Wednesday, November 21, 2007

Using Xcode for Ruby/Rails Development

Now that I have my iMac pretty much all set up, I asked myself what I would now use as a development environment for Ruby on Rails.
On my old machine, I settled on vim with a few plug-ins. Since my new machine has got CPU cycles to spare, I have a few options:
  1. Eclipse
  2. Komodo
  3. vim + plugins
  4. Xcode
The last option, using Xcode, turned out to be surprisingly pleasant for me. Since the new version of the IDE supports Cocoa-Ruby programming, it means the text editor understands Ruby as a language. So syntax highlighting, dropdown for jumping between methods of a class/module, and even the folding indicator (which is visually awesome) all work. Integration with subversion is another bonus.

I did find one bug with the folding indicator, which I've filed with Apple. For example, let's say you have a class (database migration) as follows:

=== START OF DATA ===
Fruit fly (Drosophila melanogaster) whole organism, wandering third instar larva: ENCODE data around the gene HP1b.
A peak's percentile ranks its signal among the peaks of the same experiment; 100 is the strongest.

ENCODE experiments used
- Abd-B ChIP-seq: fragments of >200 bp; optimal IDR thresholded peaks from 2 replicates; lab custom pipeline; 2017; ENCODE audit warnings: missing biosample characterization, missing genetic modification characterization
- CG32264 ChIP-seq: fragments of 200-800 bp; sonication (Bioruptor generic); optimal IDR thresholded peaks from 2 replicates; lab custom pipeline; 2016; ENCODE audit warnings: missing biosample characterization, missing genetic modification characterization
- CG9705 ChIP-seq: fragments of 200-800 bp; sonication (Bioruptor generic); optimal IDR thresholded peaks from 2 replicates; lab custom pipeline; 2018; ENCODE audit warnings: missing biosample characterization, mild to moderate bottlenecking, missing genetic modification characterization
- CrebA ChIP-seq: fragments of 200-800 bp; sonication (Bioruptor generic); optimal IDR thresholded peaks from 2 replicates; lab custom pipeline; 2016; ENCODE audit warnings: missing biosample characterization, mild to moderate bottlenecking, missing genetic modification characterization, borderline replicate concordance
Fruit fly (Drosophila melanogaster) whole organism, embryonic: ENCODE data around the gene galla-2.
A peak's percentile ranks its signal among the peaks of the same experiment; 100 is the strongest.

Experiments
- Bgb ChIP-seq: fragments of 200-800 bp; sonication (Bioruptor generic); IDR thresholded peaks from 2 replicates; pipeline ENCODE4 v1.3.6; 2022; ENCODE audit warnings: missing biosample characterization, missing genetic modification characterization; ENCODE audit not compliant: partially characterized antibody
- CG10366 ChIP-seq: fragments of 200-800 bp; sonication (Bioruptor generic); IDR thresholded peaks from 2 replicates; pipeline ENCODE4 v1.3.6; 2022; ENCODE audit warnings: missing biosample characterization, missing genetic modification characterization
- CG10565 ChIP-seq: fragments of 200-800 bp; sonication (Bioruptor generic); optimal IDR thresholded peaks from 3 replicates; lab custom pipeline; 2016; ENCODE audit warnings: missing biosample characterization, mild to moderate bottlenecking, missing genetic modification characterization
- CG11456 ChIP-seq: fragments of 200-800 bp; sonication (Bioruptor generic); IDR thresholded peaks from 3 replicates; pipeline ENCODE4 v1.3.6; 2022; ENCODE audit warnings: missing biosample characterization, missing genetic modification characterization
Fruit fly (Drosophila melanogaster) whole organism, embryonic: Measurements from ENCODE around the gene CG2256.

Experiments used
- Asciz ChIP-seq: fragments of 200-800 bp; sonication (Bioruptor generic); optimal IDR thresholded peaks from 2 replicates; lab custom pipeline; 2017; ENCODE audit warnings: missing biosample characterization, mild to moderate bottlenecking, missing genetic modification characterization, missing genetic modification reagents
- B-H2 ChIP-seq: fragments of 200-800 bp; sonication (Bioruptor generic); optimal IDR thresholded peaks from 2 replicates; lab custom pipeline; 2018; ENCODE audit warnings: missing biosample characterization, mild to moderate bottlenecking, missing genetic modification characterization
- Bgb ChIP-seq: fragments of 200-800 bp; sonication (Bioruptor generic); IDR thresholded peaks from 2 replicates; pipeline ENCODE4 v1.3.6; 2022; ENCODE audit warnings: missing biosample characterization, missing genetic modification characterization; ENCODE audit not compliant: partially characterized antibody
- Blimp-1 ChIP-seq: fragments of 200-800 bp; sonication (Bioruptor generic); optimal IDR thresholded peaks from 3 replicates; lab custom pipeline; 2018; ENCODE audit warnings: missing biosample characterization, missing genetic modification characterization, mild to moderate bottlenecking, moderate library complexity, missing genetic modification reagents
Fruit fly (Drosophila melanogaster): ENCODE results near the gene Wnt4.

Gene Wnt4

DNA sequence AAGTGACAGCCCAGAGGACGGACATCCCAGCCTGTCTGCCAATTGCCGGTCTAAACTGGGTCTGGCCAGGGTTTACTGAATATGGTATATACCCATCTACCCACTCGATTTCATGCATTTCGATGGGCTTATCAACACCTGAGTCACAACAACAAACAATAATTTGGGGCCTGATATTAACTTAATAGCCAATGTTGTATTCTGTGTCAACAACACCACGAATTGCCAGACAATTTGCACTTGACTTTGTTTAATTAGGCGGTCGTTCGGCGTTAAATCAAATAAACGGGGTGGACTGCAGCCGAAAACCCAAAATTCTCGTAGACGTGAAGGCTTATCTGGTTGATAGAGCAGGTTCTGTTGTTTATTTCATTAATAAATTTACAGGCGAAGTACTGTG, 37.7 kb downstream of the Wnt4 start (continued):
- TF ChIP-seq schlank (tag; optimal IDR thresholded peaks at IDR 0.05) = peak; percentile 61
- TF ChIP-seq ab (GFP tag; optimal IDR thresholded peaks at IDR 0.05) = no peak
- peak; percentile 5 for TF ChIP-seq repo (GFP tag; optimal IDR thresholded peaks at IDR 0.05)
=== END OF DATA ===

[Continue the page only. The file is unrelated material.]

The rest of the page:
class MigrationTest < ActiveRecord::Migration
def self.up
def self.down
If you open up the file in Xcode's editor, and pay attention to the folding indicator, you will see that it thinks the class ended when the method self.up ended. Basically, it is confused.

A workaround would be to change the word self to MigrationTest.

Other than that, I find Xcode to be sufficient for my Rails development needs, for now.

Tuesday, November 20, 2007

jQuery and FireBug Rock

So I was going to write a test page to check out the re-branded ASP.NET AJAX framework.  Well, that didn't happen.

Instead, I downloaded the source code to Ajax.NET Professional, put in the fix, re-compiled, and went to work on my project.